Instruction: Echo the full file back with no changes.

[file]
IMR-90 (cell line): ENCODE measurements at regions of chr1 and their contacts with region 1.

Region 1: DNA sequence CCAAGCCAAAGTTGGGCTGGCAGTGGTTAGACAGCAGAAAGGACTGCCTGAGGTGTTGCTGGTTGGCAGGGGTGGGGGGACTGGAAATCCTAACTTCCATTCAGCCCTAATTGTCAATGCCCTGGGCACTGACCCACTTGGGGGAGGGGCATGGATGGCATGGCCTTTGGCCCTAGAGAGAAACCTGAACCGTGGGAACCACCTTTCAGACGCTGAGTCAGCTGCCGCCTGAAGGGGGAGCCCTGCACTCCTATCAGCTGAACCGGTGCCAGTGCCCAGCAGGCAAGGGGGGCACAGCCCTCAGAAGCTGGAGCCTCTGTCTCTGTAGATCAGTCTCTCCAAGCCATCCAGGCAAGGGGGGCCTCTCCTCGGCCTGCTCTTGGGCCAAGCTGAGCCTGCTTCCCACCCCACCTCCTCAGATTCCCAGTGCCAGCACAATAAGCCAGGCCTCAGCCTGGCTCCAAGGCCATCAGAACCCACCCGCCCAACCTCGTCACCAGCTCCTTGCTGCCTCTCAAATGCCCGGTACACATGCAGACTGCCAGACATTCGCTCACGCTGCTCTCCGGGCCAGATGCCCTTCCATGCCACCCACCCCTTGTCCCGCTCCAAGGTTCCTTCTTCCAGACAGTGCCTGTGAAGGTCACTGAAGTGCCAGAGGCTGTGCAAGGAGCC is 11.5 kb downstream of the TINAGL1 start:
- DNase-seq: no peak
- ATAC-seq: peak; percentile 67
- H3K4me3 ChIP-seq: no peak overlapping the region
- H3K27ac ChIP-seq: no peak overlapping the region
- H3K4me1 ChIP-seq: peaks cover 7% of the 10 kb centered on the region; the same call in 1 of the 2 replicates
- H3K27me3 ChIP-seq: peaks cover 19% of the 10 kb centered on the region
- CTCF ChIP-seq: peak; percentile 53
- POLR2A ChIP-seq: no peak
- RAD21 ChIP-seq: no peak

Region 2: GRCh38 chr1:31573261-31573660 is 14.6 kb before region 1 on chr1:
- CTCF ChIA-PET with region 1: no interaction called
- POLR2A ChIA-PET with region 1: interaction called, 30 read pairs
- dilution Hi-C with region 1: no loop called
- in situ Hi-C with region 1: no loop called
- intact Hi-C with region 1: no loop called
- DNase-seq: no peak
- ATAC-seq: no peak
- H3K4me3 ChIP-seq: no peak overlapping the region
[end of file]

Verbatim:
IMR-90 (cell line): ENCODE measurements at regions of chr1 and their contacts with region 1.

Region 1: DNA sequence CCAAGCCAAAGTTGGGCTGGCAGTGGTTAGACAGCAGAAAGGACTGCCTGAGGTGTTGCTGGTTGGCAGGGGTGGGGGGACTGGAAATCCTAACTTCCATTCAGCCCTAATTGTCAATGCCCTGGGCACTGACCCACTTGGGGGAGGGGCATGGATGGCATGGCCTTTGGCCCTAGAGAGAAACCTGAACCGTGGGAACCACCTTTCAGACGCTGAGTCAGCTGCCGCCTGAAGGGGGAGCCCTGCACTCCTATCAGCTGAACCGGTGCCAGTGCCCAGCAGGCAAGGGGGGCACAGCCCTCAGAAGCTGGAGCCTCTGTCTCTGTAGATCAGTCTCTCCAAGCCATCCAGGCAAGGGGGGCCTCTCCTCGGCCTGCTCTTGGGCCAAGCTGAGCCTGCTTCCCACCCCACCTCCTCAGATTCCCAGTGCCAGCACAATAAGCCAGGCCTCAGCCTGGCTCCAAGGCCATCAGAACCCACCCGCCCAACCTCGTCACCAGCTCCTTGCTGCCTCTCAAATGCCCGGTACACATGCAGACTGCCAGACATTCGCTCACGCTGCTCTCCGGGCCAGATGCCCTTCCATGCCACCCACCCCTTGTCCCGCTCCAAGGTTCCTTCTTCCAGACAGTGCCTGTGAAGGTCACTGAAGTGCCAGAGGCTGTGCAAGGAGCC is 11.5 kb downstream of the TINAGL1 start:
- DNase-seq: no peak
- ATAC-seq: peak; percentile 67
- H3K4me3 ChIP-seq: no peak overlapping the region
- H3K27ac ChIP-seq: no peak overlapping the region
- H3K4me1 ChIP-seq: peaks cover 7% of the 10 kb centered on the region; the same call in 1 of the 2 replicates
- H3K27me3 ChIP-seq: peaks cover 19% of the 10 kb centered on the region
- CTCF ChIP-seq: peak; percentile 53
- POLR2A ChIP-seq: no peak
- RAD21 ChIP-seq: no peak

Region 2: GRCh38 chr1:31573261-31573660 is 14.6 kb before region 1 on chr1:
- CTCF ChIA-PET with region 1: no interaction called
- POLR2A ChIA-PET with region 1: interaction called, 30 read pairs
- dilution Hi-C with region 1: no loop called
- in situ Hi-C with region 1: no loop called
- intact Hi-C with region 1: no loop called
- DNase-seq: no peak
- ATAC-seq: no peak
- H3K4me3 ChIP-seq: no peak overlapping the region